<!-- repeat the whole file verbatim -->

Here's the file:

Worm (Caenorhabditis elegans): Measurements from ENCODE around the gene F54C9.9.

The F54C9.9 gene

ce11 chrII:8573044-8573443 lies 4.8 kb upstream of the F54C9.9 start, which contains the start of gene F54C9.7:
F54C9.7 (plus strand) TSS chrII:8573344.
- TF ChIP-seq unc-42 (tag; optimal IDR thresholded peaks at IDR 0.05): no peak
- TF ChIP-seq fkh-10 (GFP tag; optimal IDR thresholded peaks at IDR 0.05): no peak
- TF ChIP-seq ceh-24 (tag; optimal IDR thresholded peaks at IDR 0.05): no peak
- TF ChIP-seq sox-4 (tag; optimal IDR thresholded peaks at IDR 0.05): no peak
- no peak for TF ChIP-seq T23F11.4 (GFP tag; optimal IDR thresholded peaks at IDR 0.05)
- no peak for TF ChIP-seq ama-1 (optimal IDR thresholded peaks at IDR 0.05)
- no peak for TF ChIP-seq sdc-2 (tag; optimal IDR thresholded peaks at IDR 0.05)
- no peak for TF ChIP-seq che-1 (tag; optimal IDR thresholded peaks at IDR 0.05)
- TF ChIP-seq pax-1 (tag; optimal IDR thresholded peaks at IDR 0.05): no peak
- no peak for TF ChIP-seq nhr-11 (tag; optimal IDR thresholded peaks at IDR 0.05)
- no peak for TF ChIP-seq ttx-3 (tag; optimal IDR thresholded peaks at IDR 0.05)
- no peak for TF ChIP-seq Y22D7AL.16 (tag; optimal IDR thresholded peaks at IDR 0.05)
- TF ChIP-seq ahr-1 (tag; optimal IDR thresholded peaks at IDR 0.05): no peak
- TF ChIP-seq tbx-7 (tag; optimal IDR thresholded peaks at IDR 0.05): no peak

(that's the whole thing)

Worm (Caenorhabditis elegans): Measurements from ENCODE around the gene F54C9.9.

The F54C9.9 gene

ce11 chrII:8573044-8573443 lies 4.8 kb upstream of the F54C9.9 start, which contains the start of gene F54C9.7:
F54C9.7 (plus strand) TSS chrII:8573344.
- TF ChIP-seq unc-42 (tag; optimal IDR thresholded peaks at IDR 0.05): no peak
- TF ChIP-seq fkh-10 (GFP tag; optimal IDR thresholded peaks at IDR 0.05): no peak
- TF ChIP-seq ceh-24 (tag; optimal IDR thresholded peaks at IDR 0.05): no peak
- TF ChIP-seq sox-4 (tag; optimal IDR thresholded peaks at IDR 0.05): no peak
- no peak for TF ChIP-seq T23F11.4 (GFP tag; optimal IDR thresholded peaks at IDR 0.05)
- no peak for TF ChIP-seq ama-1 (optimal IDR thresholded peaks at IDR 0.05)
- no peak for TF ChIP-seq sdc-2 (tag; optimal IDR thresholded peaks at IDR 0.05)
- no peak for TF ChIP-seq che-1 (tag; optimal IDR thresholded peaks at IDR 0.05)
- TF ChIP-seq pax-1 (tag; optimal IDR thresholded peaks at IDR 0.05): no peak
- no peak for TF ChIP-seq nhr-11 (tag; optimal IDR thresholded peaks at IDR 0.05)
- no peak for TF ChIP-seq ttx-3 (tag; optimal IDR thresholded peaks at IDR 0.05)
- no peak for TF ChIP-seq Y22D7AL.16 (tag; optimal IDR thresholded peaks at IDR 0.05)
- TF ChIP-seq ahr-1 (tag; optimal IDR thresholded peaks at IDR 0.05): no peak
- TF ChIP-seq tbx-7 (tag; optimal IDR thresholded peaks at IDR 0.05): no peak